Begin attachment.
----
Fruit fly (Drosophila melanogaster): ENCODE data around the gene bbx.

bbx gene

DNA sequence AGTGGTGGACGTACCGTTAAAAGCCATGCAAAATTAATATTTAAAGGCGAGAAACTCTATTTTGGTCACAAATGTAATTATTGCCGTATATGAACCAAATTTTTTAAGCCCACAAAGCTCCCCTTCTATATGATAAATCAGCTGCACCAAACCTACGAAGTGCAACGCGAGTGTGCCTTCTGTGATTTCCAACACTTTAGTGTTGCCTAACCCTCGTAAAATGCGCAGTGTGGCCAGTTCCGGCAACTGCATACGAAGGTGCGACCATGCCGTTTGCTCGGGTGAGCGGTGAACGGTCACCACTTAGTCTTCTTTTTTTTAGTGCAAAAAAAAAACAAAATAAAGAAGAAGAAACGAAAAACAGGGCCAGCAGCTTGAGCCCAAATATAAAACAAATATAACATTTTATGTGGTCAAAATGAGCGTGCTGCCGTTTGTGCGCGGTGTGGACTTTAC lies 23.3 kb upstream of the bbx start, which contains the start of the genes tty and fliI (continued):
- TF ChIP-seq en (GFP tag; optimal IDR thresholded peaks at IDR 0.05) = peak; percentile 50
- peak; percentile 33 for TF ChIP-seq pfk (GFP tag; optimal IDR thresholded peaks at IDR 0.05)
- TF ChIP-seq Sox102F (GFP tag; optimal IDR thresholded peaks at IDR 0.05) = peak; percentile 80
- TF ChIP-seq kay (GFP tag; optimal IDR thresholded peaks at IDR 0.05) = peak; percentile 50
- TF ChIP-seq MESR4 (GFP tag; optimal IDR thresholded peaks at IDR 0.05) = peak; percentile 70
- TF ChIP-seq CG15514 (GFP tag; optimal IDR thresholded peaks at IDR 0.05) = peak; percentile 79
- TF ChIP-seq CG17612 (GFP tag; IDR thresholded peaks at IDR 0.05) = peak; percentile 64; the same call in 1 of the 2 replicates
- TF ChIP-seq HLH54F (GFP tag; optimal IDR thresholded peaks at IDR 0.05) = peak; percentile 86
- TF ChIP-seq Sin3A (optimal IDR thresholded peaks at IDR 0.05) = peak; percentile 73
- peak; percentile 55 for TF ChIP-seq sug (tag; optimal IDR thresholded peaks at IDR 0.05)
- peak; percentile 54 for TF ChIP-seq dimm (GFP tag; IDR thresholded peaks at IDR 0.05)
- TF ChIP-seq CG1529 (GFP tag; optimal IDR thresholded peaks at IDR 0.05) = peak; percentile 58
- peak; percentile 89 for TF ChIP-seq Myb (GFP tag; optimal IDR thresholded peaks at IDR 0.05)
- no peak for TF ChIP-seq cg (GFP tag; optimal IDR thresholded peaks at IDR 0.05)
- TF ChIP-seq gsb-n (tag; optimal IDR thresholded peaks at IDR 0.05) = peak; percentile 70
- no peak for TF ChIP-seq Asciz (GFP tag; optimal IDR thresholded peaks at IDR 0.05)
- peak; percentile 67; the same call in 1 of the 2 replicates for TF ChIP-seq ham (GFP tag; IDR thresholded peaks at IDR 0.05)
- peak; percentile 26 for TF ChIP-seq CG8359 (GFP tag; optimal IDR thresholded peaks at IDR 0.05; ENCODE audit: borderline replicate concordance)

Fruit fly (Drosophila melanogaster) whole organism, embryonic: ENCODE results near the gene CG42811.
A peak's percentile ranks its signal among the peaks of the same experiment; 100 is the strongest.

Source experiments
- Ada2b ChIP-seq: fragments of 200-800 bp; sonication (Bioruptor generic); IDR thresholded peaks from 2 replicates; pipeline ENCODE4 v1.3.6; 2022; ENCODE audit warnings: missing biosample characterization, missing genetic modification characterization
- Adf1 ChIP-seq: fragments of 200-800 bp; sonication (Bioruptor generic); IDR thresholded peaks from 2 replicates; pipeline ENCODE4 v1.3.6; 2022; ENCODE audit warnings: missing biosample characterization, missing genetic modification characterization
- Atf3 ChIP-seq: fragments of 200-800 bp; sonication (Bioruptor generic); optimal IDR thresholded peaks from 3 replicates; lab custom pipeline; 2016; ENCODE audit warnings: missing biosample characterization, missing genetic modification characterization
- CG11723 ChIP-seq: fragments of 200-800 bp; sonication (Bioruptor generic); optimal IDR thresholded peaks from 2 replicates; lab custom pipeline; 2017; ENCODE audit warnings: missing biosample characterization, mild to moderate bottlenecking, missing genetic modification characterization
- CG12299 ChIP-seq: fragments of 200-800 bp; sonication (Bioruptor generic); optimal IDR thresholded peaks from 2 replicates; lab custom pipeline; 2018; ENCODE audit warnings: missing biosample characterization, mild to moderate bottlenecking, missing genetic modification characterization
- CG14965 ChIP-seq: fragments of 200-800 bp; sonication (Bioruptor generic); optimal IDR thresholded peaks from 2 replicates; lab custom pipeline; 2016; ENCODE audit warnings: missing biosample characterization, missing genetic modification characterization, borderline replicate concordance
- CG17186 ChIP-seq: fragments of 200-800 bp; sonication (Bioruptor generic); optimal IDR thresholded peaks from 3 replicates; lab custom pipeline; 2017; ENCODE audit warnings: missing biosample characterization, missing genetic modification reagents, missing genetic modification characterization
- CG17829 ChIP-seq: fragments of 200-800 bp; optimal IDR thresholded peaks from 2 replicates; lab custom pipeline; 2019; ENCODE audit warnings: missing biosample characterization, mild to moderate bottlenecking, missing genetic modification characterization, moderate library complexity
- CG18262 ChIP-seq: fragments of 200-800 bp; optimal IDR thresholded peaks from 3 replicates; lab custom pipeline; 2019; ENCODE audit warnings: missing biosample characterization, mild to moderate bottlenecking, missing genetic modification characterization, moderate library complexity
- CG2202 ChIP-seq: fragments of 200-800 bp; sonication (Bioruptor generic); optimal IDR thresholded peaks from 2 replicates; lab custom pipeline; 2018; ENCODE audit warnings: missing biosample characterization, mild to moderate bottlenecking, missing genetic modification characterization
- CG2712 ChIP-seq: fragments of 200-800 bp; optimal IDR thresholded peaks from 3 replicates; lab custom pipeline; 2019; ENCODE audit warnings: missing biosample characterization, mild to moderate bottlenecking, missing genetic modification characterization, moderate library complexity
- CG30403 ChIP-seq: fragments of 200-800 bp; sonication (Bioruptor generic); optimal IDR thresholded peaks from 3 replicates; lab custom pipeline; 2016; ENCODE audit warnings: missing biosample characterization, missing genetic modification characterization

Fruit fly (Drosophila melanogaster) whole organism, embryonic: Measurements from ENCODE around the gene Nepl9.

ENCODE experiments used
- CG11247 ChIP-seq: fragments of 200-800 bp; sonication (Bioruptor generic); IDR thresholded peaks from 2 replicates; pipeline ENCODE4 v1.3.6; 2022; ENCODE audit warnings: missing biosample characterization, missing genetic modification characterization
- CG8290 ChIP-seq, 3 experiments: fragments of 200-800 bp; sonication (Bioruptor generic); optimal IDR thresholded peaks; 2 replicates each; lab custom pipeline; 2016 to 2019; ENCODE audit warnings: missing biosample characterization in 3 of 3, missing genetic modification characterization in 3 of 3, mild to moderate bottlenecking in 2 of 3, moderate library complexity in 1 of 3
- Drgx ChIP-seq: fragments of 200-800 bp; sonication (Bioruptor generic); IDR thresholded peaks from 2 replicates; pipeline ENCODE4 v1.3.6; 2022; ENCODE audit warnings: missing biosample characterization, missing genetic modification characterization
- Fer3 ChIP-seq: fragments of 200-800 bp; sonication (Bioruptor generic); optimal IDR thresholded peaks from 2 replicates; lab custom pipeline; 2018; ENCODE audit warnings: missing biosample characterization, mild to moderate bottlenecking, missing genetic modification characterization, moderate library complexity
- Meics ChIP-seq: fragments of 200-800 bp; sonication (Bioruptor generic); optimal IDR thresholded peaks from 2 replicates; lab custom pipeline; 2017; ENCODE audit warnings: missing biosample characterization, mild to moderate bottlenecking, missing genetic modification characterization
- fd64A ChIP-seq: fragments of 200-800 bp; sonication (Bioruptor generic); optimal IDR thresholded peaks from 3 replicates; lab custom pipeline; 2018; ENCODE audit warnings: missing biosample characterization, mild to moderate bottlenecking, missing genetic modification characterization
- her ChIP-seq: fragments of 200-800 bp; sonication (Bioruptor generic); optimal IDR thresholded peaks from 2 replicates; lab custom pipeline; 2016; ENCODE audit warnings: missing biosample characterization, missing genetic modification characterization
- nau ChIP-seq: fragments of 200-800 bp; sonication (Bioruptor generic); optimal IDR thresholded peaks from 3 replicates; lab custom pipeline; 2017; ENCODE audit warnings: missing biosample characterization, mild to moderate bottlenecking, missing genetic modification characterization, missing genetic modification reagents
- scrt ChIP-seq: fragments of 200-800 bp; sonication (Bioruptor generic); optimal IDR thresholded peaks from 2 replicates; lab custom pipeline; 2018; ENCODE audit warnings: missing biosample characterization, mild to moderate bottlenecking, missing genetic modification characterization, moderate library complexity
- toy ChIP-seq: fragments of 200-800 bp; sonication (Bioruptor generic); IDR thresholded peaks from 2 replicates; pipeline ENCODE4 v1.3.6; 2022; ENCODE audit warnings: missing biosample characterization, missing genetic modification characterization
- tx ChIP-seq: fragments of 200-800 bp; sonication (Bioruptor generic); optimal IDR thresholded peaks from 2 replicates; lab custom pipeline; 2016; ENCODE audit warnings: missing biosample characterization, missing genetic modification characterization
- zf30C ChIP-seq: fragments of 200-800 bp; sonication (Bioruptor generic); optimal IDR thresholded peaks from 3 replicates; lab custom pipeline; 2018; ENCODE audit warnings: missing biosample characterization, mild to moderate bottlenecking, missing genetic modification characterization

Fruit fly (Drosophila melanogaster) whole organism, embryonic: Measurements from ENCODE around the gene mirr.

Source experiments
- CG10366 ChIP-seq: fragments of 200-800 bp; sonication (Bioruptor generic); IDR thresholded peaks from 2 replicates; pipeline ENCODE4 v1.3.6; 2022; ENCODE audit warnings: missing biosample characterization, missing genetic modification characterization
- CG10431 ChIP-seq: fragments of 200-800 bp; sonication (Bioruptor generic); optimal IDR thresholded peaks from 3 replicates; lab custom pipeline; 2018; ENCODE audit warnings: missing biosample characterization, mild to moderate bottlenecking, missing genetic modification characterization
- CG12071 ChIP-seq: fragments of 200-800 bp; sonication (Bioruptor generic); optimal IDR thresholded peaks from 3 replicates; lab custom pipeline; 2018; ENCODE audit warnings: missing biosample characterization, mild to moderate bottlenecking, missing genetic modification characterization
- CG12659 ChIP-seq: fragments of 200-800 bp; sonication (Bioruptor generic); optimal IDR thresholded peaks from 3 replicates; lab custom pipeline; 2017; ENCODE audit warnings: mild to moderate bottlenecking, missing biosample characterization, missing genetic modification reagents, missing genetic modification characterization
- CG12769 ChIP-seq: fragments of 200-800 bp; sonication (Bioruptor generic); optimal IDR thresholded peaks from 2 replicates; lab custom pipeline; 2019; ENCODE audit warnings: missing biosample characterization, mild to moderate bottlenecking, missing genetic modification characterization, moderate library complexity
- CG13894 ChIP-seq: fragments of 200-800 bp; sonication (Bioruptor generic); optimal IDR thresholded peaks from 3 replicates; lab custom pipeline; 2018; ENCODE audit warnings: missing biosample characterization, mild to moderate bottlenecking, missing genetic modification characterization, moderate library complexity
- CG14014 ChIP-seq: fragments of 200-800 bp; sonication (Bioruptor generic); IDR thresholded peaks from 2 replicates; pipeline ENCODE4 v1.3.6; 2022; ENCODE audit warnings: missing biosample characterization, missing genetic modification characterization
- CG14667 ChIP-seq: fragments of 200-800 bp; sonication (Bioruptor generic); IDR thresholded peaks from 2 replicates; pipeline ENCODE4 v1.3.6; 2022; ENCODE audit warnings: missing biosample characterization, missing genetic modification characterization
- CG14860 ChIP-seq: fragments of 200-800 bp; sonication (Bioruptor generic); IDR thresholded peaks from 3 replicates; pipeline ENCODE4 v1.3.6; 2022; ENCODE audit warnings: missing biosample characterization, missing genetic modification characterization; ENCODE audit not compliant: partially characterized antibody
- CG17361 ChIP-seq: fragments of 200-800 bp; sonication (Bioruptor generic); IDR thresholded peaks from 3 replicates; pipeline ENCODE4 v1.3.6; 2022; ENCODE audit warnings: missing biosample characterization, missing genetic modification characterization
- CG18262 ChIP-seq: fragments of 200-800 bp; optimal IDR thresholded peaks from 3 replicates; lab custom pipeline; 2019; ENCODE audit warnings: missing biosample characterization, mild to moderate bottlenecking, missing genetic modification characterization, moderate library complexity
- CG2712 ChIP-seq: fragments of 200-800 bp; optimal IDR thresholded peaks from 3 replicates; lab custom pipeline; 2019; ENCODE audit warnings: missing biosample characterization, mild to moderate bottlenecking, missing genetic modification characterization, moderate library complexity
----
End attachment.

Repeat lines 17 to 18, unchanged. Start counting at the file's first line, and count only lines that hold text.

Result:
- no peak for TF ChIP-seq cg (GFP tag; optimal IDR thresholded peaks at IDR 0.05)
- TF ChIP-seq gsb-n (tag; optimal IDR thresholded peaks at IDR 0.05) = peak; percentile 70